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Where to go for News, Analysis, Depth Charts, Team Tracker, Stats, and Scoresheet stuff

Baseball Prospectus has completely overturned their roster of writers over the last few years, but they still cover everything they covered before and then some – perhaps, too much so. Everybody is a baseball fan for a different set of reasons – even us Scoresheet players, so what might not be to my taste could hit the spot with you. The new head of prospect reporting Jason Parks goes off subject sometimes and is usually brilliantly humorous and insightful when he does. The most creative guy there, however, is Sam Miller. He mixes media and looks at baseball from a new angle every week. His humor is such that I have no doubt he could be a writer for The Daily Show, if he wanted to.

BP does cost a little, but has just about everything and is indispensable for the Scoresheet player - just for its Team Tracker alone. You can download an entire Scoresheet team into it. The “Player Cards” give a range of projections depending on the player’s proven ability and ceiling. Even cooler is his complete injury history with important details. Transaction analysis? Got it. Prospect Analysis? They have a team of scouts and reporters replacing Kevin Goldstein who was hired by the Astros. Projection system? Their PECOTA is as good as any and the most unique – surely the one to have if you are using more than one. And, by the way, it was created by the now very famous Nate Silver. Cutting edge statistical and PitchFx baseball analysis? Hmm, they were the leaders, but now are struggling to keep up with FanGraphs, Hardball Times, etc., although, I’m confident that if anything really significant becomes known, they will report it. A recent addition to Baseball Prospectus I was glad about was Jason Martinez, because in doing so, I discovered his Depth Charts site http://www.mlbdepthcharts.com/2012/10/detroit-tigers-2012-13-offseason-team.html, which blows all the others out of the park.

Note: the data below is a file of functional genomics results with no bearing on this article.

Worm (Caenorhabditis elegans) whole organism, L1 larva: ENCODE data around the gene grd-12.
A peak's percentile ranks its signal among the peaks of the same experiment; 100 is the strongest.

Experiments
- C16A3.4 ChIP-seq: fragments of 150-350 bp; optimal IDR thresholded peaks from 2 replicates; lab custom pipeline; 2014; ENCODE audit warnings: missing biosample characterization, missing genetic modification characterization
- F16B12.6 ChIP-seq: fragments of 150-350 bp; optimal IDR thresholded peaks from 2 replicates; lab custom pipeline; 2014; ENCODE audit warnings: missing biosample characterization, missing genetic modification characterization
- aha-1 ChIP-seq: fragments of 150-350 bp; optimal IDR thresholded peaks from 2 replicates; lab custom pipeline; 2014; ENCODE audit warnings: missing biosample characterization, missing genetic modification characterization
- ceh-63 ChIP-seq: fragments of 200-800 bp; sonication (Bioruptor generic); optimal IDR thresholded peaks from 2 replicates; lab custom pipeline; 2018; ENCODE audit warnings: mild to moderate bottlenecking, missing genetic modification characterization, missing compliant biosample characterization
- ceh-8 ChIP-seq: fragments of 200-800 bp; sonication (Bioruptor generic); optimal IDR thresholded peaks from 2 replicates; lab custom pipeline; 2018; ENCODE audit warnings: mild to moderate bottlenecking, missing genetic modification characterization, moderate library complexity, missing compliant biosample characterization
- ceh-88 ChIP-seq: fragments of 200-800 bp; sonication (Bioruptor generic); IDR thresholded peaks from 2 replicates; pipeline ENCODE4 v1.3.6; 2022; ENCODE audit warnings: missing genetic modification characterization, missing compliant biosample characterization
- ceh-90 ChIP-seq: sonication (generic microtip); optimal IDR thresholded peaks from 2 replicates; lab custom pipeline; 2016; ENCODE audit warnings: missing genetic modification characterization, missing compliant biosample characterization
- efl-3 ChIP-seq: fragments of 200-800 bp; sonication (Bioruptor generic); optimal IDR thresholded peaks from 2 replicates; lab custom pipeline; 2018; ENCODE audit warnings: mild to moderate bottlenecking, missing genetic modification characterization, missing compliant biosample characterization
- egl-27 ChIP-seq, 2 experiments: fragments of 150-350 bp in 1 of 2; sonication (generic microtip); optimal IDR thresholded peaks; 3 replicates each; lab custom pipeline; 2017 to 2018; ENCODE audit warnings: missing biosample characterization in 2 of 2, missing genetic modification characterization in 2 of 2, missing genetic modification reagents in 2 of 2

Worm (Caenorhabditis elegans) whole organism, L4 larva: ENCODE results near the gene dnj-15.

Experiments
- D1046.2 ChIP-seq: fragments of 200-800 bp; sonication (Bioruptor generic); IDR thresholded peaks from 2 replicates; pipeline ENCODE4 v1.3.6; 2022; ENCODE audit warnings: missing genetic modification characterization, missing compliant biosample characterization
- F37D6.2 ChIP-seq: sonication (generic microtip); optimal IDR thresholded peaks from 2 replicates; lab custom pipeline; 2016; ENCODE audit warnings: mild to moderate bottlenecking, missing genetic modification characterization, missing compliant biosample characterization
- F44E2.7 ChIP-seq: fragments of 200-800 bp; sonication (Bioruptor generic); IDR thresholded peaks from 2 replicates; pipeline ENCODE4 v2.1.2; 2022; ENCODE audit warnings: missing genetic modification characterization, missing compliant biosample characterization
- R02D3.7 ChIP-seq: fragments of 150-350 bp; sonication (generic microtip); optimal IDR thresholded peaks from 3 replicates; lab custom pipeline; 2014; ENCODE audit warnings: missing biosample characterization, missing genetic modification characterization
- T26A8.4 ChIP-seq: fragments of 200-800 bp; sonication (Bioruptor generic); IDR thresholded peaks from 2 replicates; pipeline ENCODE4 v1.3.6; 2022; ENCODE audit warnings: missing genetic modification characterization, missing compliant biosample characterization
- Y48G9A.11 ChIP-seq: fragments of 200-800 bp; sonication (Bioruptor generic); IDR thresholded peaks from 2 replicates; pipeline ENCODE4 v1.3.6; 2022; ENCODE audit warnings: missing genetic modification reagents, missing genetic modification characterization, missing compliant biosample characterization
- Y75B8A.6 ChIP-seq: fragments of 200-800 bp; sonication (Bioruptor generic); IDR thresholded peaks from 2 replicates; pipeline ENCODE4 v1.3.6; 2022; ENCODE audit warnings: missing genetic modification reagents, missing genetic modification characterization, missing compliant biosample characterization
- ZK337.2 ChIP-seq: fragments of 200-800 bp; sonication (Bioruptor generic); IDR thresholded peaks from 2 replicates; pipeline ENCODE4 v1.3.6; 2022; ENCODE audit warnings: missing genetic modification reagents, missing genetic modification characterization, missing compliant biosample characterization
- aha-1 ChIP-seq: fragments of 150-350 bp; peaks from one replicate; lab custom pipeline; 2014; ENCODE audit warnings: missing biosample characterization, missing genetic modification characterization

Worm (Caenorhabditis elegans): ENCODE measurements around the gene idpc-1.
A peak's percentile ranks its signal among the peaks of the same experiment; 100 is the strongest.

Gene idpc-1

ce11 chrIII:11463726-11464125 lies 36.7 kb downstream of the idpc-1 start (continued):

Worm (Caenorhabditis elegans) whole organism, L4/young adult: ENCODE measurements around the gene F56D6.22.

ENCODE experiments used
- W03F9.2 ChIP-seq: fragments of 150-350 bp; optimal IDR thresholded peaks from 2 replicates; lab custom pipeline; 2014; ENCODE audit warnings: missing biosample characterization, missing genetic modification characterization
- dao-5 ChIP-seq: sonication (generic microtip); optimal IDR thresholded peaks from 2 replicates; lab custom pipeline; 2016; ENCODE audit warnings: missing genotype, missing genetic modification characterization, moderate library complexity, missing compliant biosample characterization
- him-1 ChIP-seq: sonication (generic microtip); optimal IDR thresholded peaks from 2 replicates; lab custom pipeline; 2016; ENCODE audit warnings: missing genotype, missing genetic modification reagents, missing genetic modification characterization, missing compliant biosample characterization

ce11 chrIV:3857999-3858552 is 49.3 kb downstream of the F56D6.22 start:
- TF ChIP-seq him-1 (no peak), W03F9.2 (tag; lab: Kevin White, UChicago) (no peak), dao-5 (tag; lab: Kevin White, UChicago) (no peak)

Another cool thing about Baseball Prospectus is that their writers are generally very good about answering your e-mails. Interestingly, one exception is their boss editor Joe Hamrahi – who plays Scoresheet (at least, he never answers my e-mails).

I still use Rotoworld for everyday baseball news. They had a loading issue briefly last year, but that was fixed. I tried MLB.com for awhile – and they’re not bad, but Rotoworld includes more alerts on players who might be struggling or particularly hot – as well as some comments from managers regarding their plans to play whom. You can link to the original source of the news for more details. Rotowire might be even better than Rotoworld in some ways, although those boxes are a little harder to read – and they have too much info about minor leaguers for my time. It does have the best player search index. Rotowire is not free. If the ads on Rotoworld get overly annoying, I will switch to Rotowire. Or, I might just stop trying to keep up on baseball news. Reacting to hot streaks is not usually a good idea.

FanGraphs is growing into a monster. They are taking on Prospectus, Rotoworld and Baseball-Reference in each of the other’s strengths – not that there isn’t room for all four. I still prefer BP’s writers, Roto’s news updates, and am very comfortable with B-R’s historical database, but FG’s new team pages are something that I’m sure I will have a ton of fun with. Their data goes back to each franchise’s Major League beginnings – including the American Association for the Phillies, Cardinals, Dodgers, and Reds. On top of all their efforts to take over the world wide baseball web, they still own their niche of being the best site to compare players for your Scoresheet team. Being the easiest site to find K% is just one of many reasons.